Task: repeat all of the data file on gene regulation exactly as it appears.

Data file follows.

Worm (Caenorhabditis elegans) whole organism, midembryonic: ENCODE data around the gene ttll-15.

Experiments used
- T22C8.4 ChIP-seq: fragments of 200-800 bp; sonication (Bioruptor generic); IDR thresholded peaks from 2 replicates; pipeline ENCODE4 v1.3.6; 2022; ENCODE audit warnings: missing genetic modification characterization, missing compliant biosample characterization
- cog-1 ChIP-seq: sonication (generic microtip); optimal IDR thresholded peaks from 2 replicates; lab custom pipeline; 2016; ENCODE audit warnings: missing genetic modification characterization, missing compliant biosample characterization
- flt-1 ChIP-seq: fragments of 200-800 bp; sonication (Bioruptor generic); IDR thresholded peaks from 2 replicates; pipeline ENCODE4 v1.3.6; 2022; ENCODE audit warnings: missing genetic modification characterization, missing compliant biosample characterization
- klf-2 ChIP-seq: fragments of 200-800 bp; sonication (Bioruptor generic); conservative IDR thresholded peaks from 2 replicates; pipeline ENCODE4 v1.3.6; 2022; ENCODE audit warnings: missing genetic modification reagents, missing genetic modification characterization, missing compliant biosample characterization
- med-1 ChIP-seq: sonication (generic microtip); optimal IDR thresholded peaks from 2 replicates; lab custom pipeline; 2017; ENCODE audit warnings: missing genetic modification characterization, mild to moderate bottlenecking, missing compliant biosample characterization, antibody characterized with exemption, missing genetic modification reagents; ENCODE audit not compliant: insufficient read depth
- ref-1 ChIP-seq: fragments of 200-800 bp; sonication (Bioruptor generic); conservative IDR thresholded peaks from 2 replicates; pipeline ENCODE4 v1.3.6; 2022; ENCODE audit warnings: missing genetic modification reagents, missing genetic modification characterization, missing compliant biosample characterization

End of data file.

Worm (Caenorhabditis elegans) whole organism, midembryonic: ENCODE data around the gene ttll-15.

Experiments used
- T22C8.4 ChIP-seq: fragments of 200-800 bp; sonication (Bioruptor generic); IDR thresholded peaks from 2 replicates; pipeline ENCODE4 v1.3.6; 2022; ENCODE audit warnings: missing genetic modification characterization, missing compliant biosample characterization
- cog-1 ChIP-seq: sonication (generic microtip); optimal IDR thresholded peaks from 2 replicates; lab custom pipeline; 2016; ENCODE audit warnings: missing genetic modification characterization, missing compliant biosample characterization
- flt-1 ChIP-seq: fragments of 200-800 bp; sonication (Bioruptor generic); IDR thresholded peaks from 2 replicates; pipeline ENCODE4 v1.3.6; 2022; ENCODE audit warnings: missing genetic modification characterization, missing compliant biosample characterization
- klf-2 ChIP-seq: fragments of 200-800 bp; sonication (Bioruptor generic); conservative IDR thresholded peaks from 2 replicates; pipeline ENCODE4 v1.3.6; 2022; ENCODE audit warnings: missing genetic modification reagents, missing genetic modification characterization, missing compliant biosample characterization
- med-1 ChIP-seq: sonication (generic microtip); optimal IDR thresholded peaks from 2 replicates; lab custom pipeline; 2017; ENCODE audit warnings: missing genetic modification characterization, mild to moderate bottlenecking, missing compliant biosample characterization, antibody characterized with exemption, missing genetic modification reagents; ENCODE audit not compliant: insufficient read depth
- ref-1 ChIP-seq: fragments of 200-800 bp; sonication (Bioruptor generic); conservative IDR thresholded peaks from 2 replicates; pipeline ENCODE4 v1.3.6; 2022; ENCODE audit warnings: missing genetic modification reagents, missing genetic modification characterization, missing compliant biosample characterization